THINKING of doing the dirty on your partner?
Love guru Kate Taylor reveals how to steer clear and keep your relationship intact.
Play mind games
YOUR desire to cheat might be all in your mind – literally.
Our self-control is managed by the part of our brain known as the prefrontal cortex. It helps us control our impulses and make sensible decisions, like resisting a sexy co-worker.
But when it’s low in activity, it can lead to recklessness.
Low activity in the prefrontal cortex is one of the hallmarks of attention deficit hyperactivity disorder (ADHD), and research found 40 per cent of people with that condition have had at least one affair.
To strengthen your prefrontal cortex, try word games, puzzles or studying languages or maths. The more you do, the better you’ll resist urges. Plus, the less sexy you’ll be, sitting there hunched over your sudoku.
THE more powerful you are at work, the more likely you are to cheat.
Successful executives high up in their companies are more likely to do the dirty on their partner than employees further down the hierarchy, according to a Dutch study of more than 1,500 professionals.
This was true for men and women. It’s not due to infidelity-boosting perks like business travel and hotel stays – it’s all down to an inflated feeling of importance.
Psychologist Joris Lammers explained: “Power increases confidence in the ability to attract partners.”
MODERN smartphones make it way too easy to cheat – you can conceal your double life by using a second SIM and you can store sexy snaps in the Cloud.
Dating apps are one furtive click away too, and facial recognition will stop your partner snooping on your device.
Help yourself stay on the straight and narrow by swapping your secretive smartphone for a low-tech mobile whose only thrill is a game of Snake.
Try the Nokia 3310 (£49.99, Carphone Warehouse). Having to press the 7 key four times to type the letter S will take all the fun out of sexting.
Turn to religion
THE saying “birds of a feather flock together” is true.
If everyone you know is playing about behind their partner’s back, it is more likely you will follow suit.
Humans use “social comparison” as a way to keep their behaviour within accepted limits.
If you surround yourself with unfaithful friends, or if your parents cheated or you follow celebrities who have been caught out in multiple affairs, you are more likely to believe infidelity is the norm.
Swap these bad influences for people less likely to cheat.
Married people and religious types have the lowest levels of infidelity, according to research.
So say yes to every wedding invitation.
Try a threesome
DON’T try to satisfy your urge for variety by watching porn – it could increase your temptation to stray.
A study in academic journal Social Psychological and Personality Science found the more a man watched porn, the more likely he was to cheat.
Women aren’t safe either. Research by the University of Oklahoma found that women who watched porn were three times as likely to get divorced as others.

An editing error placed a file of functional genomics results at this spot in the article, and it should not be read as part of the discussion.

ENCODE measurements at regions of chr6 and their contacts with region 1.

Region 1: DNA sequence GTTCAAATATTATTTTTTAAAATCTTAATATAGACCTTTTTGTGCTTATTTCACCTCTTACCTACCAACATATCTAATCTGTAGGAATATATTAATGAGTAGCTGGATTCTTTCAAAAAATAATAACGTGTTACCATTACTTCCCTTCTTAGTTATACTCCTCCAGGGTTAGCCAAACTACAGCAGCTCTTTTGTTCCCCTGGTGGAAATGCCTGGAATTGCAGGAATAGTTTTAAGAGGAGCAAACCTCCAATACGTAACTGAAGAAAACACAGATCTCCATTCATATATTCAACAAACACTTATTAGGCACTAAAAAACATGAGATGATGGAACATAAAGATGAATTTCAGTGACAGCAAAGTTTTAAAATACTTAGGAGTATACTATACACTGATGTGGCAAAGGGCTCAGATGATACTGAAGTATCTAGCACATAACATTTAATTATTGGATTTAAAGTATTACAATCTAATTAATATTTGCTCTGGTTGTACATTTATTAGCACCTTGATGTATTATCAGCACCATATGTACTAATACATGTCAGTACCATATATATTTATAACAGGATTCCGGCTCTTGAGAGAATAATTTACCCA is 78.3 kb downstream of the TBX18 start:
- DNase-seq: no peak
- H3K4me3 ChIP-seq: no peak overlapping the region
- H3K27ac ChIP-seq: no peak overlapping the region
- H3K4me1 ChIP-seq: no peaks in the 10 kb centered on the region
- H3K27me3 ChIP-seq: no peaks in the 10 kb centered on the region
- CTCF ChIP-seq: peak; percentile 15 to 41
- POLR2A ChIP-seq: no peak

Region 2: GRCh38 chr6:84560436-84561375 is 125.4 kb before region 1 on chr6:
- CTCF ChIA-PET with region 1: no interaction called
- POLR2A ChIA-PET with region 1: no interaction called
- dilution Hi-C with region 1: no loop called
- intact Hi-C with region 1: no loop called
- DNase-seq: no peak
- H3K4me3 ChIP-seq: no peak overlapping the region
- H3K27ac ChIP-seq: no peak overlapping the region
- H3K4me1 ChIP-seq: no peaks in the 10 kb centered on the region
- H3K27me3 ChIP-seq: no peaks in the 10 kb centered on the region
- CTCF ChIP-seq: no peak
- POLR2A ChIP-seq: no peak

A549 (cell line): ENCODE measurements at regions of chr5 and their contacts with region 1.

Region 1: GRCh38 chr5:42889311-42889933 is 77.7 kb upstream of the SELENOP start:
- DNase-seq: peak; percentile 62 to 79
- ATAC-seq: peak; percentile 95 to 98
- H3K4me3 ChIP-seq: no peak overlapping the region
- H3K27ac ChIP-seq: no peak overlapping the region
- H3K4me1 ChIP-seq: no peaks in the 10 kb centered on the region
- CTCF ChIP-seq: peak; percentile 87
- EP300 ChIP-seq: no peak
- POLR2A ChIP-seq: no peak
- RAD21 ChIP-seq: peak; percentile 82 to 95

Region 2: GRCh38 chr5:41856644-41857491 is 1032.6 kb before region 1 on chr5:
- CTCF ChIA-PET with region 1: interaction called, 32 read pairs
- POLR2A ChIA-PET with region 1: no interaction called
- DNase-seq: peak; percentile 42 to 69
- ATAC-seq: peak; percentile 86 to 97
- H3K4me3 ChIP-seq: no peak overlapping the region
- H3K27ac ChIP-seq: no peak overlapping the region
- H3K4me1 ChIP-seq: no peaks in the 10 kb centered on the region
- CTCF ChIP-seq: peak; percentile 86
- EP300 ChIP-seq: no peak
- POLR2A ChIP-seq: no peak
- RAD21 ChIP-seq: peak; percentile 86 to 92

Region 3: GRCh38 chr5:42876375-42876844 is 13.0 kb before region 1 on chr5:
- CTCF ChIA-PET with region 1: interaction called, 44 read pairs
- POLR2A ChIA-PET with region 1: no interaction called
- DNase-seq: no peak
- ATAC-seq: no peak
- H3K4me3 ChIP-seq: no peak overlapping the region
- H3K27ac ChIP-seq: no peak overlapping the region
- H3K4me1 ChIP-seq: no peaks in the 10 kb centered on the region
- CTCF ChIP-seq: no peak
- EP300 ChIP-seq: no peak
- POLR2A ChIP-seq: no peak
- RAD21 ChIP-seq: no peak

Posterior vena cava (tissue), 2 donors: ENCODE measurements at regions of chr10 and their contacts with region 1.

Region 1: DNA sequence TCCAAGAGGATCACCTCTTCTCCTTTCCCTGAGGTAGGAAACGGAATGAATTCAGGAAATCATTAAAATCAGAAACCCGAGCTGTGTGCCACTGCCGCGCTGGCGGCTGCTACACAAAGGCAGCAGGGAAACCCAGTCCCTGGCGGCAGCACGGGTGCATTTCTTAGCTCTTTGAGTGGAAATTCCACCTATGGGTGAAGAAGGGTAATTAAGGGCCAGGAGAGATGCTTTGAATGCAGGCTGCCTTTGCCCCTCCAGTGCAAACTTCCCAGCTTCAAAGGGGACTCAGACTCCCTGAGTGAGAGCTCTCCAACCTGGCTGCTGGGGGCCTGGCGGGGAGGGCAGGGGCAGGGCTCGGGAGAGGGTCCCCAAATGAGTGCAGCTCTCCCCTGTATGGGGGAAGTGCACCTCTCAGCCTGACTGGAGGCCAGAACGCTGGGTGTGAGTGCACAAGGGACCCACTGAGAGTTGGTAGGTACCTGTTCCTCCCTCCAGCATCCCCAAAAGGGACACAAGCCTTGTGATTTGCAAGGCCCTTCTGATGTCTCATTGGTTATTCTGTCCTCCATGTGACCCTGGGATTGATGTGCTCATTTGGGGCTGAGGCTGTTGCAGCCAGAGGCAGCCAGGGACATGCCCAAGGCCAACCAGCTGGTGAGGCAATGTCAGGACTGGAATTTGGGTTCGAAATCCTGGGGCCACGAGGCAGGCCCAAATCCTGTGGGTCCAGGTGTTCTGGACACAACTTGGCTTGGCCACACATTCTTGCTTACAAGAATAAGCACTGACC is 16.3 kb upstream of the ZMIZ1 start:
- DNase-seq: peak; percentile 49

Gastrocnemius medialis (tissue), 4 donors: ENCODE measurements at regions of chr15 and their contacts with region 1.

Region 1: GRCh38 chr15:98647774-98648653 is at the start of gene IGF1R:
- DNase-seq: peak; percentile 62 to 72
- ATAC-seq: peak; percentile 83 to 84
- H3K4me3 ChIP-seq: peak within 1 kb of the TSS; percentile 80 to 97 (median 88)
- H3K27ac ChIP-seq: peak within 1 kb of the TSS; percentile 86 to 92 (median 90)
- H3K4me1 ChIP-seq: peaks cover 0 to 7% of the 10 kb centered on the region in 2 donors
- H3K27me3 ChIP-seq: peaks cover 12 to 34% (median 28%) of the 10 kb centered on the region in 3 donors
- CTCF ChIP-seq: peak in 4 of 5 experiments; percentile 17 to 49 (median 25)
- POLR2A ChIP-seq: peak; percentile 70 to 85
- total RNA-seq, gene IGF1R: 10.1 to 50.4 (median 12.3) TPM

The reasons were the same: Porn puts our brains in “sweet-shop” mode, where we mistakenly believe we have unlimited opportunities for real-life, satisfying sex.
If you’re dying for variety, having a threesome or experimenting with swinging within your relationship is much safer.
YOU’RE probably picturing endless sex and a happily ever after with your new squeeze, right?
But only 50 per cent of affairs actually include full sex, according to a 2020 study in the Journal Of Sex & Marital Therapy.
Most of the action is just kissing (87 per cent) or cuddling (73 per cent). Only 11 per cent of affairs lead to relation-ships, and 49 per cent of cheats end up staying with their original partners.
Run for it
HIGH levels of testosterone in men and women have been linked with the desire to stray.
While testosterone levels fluctuate through your lifetime, certain things increase it, such as weight-training, HIIT and a diet high in eggs, shellfish and red meat. To temper testosterone, take up endurance challenges such as long-distance running or cycling. Or eat more soy and liquorice and drink peppermint tea.
INFIDELITY is just a way to change your self-image, believes Esther Perel, author of The State Of Affairs.
She says: “When we seek the gaze of another, it isn’t our partner we are turning away from, but the person we have become.
“We are not looking for another lover so much as another version of ourselves.”
Does that ring true? If you don’t like the current version of you, shake things up.
Retrain for a new career or book a free personal shopper and reinvent your wardrobe.
Restart an old hobby or throw yourself into a new one. If you don’t know what to change, ask yourself what it is you most envy about others. That’s what you feel you lack, so start there.
Swap for a smaller sofa
DO all you can to increase the amount of close physical touch you have with your partner.
Every time couples touch, hug or cuddle, they release oxytocin, the powerful bonding hormone that increases feelings of trust and affection.
If your furniture is too big – separate sofas, a giant king-size bed – it’s easy to stop touching. But when you are snuggled up you’ll start to produce plenty of those feel-good hormones.
Watch a film together
ACCORDING to that 2020 study in the Journal Of Sex & Marital Therapy, one of the top reasons for cheating is feeling neglected or disconnected from a partner.
If that’s you, try a month of marriage-saving movie nights, as suggested by experts at Rochester University in Michigan.
They found that couples who had one film night a week for a month, watching and discussing one of their 47 recommended movies, halved their likelihood of splitting.
I discovered my husband was cheating after my daughter used the family iPad – but I won’t leave him